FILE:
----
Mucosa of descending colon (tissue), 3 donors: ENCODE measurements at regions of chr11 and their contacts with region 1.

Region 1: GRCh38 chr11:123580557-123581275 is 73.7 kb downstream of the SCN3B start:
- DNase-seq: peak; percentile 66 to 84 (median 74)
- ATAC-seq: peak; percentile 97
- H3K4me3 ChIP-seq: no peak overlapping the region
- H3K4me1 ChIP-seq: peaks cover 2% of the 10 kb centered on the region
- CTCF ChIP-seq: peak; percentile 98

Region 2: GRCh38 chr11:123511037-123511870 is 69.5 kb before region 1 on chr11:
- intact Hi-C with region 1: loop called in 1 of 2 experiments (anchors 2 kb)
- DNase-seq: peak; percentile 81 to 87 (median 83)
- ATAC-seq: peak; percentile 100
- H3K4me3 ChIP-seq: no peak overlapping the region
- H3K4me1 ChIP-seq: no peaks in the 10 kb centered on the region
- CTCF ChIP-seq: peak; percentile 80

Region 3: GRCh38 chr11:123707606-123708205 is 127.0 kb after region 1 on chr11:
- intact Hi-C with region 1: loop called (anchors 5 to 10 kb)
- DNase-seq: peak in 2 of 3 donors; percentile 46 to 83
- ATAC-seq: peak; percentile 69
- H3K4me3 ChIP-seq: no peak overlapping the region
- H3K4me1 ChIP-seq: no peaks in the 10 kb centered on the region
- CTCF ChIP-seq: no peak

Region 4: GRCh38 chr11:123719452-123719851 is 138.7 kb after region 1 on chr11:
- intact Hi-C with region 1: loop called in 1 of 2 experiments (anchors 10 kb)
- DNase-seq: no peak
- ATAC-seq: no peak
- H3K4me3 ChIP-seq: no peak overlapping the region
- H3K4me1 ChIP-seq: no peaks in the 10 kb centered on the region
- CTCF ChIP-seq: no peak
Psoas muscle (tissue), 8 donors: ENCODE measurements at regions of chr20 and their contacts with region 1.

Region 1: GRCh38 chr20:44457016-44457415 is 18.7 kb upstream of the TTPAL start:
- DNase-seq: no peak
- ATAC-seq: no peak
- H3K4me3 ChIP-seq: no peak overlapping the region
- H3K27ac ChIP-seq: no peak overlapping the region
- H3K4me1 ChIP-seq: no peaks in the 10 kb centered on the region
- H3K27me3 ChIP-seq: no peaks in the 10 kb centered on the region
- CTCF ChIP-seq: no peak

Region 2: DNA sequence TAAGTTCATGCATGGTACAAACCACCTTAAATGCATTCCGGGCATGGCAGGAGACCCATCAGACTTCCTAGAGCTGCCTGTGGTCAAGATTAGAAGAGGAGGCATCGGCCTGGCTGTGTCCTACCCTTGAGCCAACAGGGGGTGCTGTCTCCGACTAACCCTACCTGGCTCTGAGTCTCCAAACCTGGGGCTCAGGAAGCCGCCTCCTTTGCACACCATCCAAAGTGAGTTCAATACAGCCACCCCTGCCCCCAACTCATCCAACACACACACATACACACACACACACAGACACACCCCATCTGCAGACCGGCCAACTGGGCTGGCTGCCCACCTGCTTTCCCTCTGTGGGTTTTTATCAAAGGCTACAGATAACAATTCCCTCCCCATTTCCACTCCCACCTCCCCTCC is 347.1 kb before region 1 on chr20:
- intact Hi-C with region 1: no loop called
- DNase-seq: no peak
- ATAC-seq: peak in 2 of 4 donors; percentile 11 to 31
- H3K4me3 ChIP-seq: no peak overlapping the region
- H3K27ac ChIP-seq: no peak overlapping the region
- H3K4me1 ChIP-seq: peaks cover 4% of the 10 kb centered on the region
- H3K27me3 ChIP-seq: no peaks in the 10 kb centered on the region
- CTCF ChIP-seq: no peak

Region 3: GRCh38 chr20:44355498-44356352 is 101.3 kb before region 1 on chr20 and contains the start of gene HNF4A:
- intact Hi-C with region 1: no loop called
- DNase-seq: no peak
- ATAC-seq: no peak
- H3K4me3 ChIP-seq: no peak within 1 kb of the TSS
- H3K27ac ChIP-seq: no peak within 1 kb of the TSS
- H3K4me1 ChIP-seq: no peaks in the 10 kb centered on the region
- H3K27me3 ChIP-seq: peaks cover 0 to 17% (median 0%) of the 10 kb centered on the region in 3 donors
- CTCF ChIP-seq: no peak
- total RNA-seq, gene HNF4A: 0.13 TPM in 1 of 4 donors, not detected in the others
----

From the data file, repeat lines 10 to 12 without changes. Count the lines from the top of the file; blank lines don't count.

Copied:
- DNase-seq: peak; percentile 81 to 87 (median 83)
- ATAC-seq: peak; percentile 100
- H3K4me3 ChIP-seq: no peak overlapping the region